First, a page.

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Cold and flu season is in full effect and it seems like everyone I know (myself included) is complaining of the same symptoms: sore throat, sinus congestion, runny nose, headache, sneezing and coughing.  What many people fail to realize is that all of these symptoms come from the same source: sinus irritation, swelling and drainage.  There are sinus rinse kits you can purchase in most pharmacies, but the refill packets can get expensive. This DIY sinus rinse recipe allows you to refill your store bought sinus rinse kits for a faction of the cost.

The two most common brands of sinus rinse kits on the market are made by NeilMed and Ayr, but there are now several generic brands also available.  I purchased a NeilMed Sinus Rinse kit from the drug store.  It came with a bottle and several packets of powder to mix your own saline solution with distilled water. You can purchase additional packets of dry saline mix when you use up your starter kit. The problem is those packets can get expensive, and they create a lot of waste from the additional packaging. I decided to do some research and make the mix myself. It’s a simple mixture that I store in a mason jar. I usually keep a bottle of distilled water on hand so I can mix as needed.

DIY Sinus Rinse Recipe

1 c. Salt
1 c. Baking Soda

In a food processor, mix ingredients together for about 1 minute to blend well.  Store in an airtight container.  When you’re ready to make a saline solution, mix 1/2 tsp of mix with 8 oz of distilled water.  If you do not have distilled water, you can boil water and cool it before use, but be sure that it is completely cooled to prevent burning the inside of your nose.  I find that it’s just easier to keep a bottle of distilled water handy.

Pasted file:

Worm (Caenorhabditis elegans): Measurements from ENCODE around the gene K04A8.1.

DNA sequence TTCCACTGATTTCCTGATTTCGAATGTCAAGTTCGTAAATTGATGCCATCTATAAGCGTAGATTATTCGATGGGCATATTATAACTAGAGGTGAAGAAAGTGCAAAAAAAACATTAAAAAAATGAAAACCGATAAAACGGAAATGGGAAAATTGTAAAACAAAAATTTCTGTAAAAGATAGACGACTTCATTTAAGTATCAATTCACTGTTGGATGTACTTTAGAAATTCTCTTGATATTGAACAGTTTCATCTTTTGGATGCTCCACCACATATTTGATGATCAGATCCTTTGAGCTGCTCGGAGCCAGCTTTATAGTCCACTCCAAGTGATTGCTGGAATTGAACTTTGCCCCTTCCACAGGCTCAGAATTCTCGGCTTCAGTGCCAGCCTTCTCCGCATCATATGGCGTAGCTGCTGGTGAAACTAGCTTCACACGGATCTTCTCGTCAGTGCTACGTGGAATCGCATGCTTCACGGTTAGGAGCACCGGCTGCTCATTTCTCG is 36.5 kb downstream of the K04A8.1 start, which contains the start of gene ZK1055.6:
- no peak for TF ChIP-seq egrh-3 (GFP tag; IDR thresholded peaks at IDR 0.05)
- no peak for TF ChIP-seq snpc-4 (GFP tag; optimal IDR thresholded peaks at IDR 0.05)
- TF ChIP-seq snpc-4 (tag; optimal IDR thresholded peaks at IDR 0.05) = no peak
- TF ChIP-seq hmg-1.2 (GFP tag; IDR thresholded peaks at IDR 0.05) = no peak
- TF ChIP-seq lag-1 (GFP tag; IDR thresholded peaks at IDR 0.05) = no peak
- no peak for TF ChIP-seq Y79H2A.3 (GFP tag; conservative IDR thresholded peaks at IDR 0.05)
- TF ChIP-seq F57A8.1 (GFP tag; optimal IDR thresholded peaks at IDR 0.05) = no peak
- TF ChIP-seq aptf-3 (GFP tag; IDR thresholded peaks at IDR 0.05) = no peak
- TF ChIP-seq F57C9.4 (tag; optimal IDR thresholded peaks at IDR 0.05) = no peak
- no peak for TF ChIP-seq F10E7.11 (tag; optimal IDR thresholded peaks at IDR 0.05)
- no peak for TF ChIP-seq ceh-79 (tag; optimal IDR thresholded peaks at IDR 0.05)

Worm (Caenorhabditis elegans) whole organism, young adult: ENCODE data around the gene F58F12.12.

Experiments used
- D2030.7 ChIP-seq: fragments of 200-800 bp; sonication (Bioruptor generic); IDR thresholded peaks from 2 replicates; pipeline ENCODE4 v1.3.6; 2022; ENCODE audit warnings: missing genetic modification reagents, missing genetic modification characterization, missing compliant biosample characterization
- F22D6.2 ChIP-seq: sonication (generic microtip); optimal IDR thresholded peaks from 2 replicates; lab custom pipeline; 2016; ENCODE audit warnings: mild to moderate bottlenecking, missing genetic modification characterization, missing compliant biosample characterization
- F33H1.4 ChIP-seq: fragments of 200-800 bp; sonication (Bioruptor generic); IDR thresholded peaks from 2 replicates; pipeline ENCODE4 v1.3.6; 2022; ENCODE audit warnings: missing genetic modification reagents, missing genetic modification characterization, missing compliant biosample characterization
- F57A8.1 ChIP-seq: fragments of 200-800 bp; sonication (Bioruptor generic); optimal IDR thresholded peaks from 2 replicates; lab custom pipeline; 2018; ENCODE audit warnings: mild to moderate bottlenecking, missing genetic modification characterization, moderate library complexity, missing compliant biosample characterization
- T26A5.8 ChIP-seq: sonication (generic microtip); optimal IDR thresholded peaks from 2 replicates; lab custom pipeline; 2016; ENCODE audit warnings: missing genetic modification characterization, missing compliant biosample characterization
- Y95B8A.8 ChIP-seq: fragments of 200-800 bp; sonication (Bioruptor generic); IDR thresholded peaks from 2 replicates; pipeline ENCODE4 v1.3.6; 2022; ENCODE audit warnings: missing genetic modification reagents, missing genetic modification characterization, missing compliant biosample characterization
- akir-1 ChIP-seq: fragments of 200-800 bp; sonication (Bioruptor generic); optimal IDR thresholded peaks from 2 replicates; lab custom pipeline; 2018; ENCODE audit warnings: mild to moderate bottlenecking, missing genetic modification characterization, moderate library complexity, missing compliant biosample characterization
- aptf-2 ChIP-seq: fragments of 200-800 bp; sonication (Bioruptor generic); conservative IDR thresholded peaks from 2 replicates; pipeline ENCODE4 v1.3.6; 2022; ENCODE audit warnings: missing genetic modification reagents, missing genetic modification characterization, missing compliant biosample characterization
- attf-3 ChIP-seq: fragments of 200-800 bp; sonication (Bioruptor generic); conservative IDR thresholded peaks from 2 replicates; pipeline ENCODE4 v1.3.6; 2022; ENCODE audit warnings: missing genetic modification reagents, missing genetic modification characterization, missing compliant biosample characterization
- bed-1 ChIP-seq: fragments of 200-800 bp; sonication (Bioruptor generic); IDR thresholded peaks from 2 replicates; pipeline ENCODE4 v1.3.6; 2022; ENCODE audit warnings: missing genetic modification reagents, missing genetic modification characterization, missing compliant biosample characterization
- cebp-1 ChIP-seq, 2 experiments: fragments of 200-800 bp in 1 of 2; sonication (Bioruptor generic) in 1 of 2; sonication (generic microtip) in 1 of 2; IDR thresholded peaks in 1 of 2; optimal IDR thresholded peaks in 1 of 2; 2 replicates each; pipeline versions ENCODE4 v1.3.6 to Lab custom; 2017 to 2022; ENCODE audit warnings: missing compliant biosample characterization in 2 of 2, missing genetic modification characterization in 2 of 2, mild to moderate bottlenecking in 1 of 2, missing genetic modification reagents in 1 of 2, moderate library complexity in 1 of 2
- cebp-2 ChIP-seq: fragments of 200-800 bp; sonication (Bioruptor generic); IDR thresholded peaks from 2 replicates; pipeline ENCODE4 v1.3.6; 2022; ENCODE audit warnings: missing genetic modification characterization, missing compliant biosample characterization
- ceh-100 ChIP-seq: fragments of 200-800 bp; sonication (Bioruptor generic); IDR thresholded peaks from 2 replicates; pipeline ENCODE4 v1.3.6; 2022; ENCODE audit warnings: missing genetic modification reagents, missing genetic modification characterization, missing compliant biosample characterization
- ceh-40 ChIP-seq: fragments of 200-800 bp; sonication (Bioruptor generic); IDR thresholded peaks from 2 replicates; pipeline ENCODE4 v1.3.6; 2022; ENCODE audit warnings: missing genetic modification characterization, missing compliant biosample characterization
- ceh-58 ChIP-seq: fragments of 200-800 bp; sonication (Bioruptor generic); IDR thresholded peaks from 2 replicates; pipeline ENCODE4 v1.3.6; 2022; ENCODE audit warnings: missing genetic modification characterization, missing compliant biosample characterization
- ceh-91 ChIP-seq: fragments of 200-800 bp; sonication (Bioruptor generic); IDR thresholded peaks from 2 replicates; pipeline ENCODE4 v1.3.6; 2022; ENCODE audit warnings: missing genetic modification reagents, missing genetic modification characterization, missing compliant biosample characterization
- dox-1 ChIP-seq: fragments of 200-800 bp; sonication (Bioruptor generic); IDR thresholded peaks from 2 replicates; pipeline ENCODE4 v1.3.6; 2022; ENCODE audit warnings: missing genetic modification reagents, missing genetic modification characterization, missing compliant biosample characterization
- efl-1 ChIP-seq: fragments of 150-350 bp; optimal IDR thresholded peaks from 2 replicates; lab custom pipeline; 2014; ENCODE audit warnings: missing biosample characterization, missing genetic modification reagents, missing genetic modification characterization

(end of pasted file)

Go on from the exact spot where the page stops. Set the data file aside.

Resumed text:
Lean over the sink while you perform your sinus rinse.  When you flush your nostrils, the saline solution will go up one nostril and come out the other.  Some of the solution may also come out of your mouth, so I recommend keeping your mouth open.  Place the tip of the bottle up one nostril and squeeze to force the liquid into your sinuses.  It will be a strange sensation the first time, but it should not burn.  If it does, then your salt/baking soda/water ratio is off.  I recommend flushing 8 oz of solution up each nostril.  When you’re finished, there will still be some solution in your sinuses.  It will drain with time, but you may find it draining at very inconvenient times (like when you’re bent over a basket of clean laundry).  If you want to blow out some of the saline, do so very gently and do not block one nostril to blow out the other.  You will almost certainly damage an ear drum and cause yourself a lot of pain.

Make sure you sanitize your bottle or syringe after each use to prevent bacteria growth.  You can do so by running it in the dishwasher or placing it in boiling water for a few seconds.  I have found the Medela Quick Clean Micro-Steam Bags to be a very handy way to sanitize things in my microwave.  The bags are designed for baby products, but they’ll work for anything that will fit in the bag.  Simply add 2 oz of water and microwave on high for 3 minutes.  Works like a charm.

Need an extra little kick to help your sinuses drain? Check out this DIY Decongestant Recipe from Healing Harvest Homestead.

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